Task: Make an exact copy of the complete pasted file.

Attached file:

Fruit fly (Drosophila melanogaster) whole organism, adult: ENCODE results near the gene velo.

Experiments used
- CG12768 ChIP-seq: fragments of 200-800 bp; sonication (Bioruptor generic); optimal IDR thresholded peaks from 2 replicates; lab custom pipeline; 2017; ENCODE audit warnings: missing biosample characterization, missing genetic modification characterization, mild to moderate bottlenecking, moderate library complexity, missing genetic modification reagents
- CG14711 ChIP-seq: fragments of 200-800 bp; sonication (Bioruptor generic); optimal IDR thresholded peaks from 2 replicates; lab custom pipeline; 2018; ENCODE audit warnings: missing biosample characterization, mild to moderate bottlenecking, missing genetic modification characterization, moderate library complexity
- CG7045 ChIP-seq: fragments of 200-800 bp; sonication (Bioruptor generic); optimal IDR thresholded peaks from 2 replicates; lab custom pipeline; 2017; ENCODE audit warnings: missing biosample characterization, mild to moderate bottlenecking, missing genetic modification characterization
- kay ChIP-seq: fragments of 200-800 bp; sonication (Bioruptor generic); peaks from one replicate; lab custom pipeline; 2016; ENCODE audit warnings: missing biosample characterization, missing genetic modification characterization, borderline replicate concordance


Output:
Fruit fly (Drosophila melanogaster) whole organism, adult: ENCODE results near the gene velo.

Experiments used
- CG12768 ChIP-seq: fragments of 200-800 bp; sonication (Bioruptor generic); optimal IDR thresholded peaks from 2 replicates; lab custom pipeline; 2017; ENCODE audit warnings: missing biosample characterization, missing genetic modification characterization, mild to moderate bottlenecking, moderate library complexity, missing genetic modification reagents
- CG14711 ChIP-seq: fragments of 200-800 bp; sonication (Bioruptor generic); optimal IDR thresholded peaks from 2 replicates; lab custom pipeline; 2018; ENCODE audit warnings: missing biosample characterization, mild to moderate bottlenecking, missing genetic modification characterization, moderate library complexity
- CG7045 ChIP-seq: fragments of 200-800 bp; sonication (Bioruptor generic); optimal IDR thresholded peaks from 2 replicates; lab custom pipeline; 2017; ENCODE audit warnings: missing biosample characterization, mild to moderate bottlenecking, missing genetic modification characterization
- kay ChIP-seq: fragments of 200-800 bp; sonication (Bioruptor generic); peaks from one replicate; lab custom pipeline; 2016; ENCODE audit warnings: missing biosample characterization, missing genetic modification characterization, borderline replicate concordance